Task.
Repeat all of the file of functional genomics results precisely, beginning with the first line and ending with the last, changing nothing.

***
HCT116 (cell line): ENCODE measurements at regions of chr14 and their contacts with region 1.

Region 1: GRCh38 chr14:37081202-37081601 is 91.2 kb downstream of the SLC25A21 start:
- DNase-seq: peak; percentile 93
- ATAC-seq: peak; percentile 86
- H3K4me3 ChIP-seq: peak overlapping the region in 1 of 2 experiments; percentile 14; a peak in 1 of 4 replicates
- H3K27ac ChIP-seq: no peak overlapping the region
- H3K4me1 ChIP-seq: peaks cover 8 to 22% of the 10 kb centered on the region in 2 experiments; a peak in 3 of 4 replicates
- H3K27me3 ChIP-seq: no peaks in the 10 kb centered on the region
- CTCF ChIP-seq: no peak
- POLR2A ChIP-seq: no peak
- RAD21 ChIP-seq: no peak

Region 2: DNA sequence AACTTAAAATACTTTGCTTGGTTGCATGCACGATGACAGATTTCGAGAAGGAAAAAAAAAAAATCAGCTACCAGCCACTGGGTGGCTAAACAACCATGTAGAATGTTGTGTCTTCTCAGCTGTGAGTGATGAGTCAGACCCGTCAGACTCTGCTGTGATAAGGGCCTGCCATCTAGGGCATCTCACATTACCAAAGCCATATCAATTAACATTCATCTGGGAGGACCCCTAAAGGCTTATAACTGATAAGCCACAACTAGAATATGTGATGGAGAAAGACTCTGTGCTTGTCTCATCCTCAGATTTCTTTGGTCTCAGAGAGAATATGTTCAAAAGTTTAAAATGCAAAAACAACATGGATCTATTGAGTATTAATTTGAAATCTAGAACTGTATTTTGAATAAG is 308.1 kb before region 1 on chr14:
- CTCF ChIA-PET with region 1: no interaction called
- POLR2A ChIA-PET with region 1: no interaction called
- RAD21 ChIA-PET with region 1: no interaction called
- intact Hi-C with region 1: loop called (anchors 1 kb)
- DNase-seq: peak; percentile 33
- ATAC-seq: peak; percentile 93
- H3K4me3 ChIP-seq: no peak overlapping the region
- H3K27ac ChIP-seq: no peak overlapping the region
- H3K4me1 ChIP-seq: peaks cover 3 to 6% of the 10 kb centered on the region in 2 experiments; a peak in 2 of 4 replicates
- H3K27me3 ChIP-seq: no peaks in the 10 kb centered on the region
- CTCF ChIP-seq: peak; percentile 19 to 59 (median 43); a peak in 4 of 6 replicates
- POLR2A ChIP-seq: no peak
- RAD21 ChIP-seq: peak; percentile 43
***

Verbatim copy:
HCT116 (cell line): ENCODE measurements at regions of chr14 and their contacts with region 1.

Region 1: GRCh38 chr14:37081202-37081601 is 91.2 kb downstream of the SLC25A21 start:
- DNase-seq: peak; percentile 93
- ATAC-seq: peak; percentile 86
- H3K4me3 ChIP-seq: peak overlapping the region in 1 of 2 experiments; percentile 14; a peak in 1 of 4 replicates
- H3K27ac ChIP-seq: no peak overlapping the region
- H3K4me1 ChIP-seq: peaks cover 8 to 22% of the 10 kb centered on the region in 2 experiments; a peak in 3 of 4 replicates
- H3K27me3 ChIP-seq: no peaks in the 10 kb centered on the region
- CTCF ChIP-seq: no peak
- POLR2A ChIP-seq: no peak
- RAD21 ChIP-seq: no peak

Region 2: DNA sequence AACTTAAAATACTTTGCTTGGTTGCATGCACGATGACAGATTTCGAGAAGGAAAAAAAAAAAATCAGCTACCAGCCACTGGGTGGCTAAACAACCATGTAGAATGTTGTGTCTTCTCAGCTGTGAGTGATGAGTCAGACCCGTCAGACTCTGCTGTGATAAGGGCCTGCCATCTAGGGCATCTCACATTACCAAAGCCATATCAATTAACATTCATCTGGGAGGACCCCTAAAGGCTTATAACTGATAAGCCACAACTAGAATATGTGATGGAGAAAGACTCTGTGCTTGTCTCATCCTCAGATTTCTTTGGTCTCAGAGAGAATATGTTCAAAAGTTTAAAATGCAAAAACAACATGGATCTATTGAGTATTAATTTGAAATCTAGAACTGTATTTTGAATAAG is 308.1 kb before region 1 on chr14:
- CTCF ChIA-PET with region 1: no interaction called
- POLR2A ChIA-PET with region 1: no interaction called
- RAD21 ChIA-PET with region 1: no interaction called
- intact Hi-C with region 1: loop called (anchors 1 kb)
- DNase-seq: peak; percentile 33
- ATAC-seq: peak; percentile 93
- H3K4me3 ChIP-seq: no peak overlapping the region
- H3K27ac ChIP-seq: no peak overlapping the region
- H3K4me1 ChIP-seq: peaks cover 3 to 6% of the 10 kb centered on the region in 2 experiments; a peak in 2 of 4 replicates
- H3K27me3 ChIP-seq: no peaks in the 10 kb centered on the region
- CTCF ChIP-seq: peak; percentile 19 to 59 (median 43); a peak in 4 of 6 replicates
- POLR2A ChIP-seq: no peak
- RAD21 ChIP-seq: peak; percentile 43